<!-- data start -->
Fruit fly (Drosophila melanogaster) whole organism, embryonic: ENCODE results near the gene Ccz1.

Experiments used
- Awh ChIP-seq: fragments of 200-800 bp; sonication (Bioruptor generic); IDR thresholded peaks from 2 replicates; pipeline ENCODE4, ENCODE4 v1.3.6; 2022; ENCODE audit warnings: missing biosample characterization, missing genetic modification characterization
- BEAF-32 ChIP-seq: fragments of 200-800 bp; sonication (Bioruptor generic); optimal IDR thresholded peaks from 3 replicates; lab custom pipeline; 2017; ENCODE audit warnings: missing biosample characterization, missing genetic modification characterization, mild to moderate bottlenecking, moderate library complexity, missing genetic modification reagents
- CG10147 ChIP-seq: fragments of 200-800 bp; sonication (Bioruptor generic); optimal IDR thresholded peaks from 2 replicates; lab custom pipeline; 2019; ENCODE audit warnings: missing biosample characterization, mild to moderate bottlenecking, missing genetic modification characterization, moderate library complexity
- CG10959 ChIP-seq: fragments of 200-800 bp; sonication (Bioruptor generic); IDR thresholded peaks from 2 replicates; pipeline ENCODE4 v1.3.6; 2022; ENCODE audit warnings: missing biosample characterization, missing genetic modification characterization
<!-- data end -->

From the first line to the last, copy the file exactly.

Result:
Fruit fly (Drosophila melanogaster) whole organism, embryonic: ENCODE results near the gene Ccz1.

Experiments used
- Awh ChIP-seq: fragments of 200-800 bp; sonication (Bioruptor generic); IDR thresholded peaks from 2 replicates; pipeline ENCODE4, ENCODE4 v1.3.6; 2022; ENCODE audit warnings: missing biosample characterization, missing genetic modification characterization
- BEAF-32 ChIP-seq: fragments of 200-800 bp; sonication (Bioruptor generic); optimal IDR thresholded peaks from 3 replicates; lab custom pipeline; 2017; ENCODE audit warnings: missing biosample characterization, missing genetic modification characterization, mild to moderate bottlenecking, moderate library complexity, missing genetic modification reagents
- CG10147 ChIP-seq: fragments of 200-800 bp; sonication (Bioruptor generic); optimal IDR thresholded peaks from 2 replicates; lab custom pipeline; 2019; ENCODE audit warnings: missing biosample characterization, mild to moderate bottlenecking, missing genetic modification characterization, moderate library complexity
- CG10959 ChIP-seq: fragments of 200-800 bp; sonication (Bioruptor generic); IDR thresholded peaks from 2 replicates; pipeline ENCODE4 v1.3.6; 2022; ENCODE audit warnings: missing biosample characterization, missing genetic modification characterization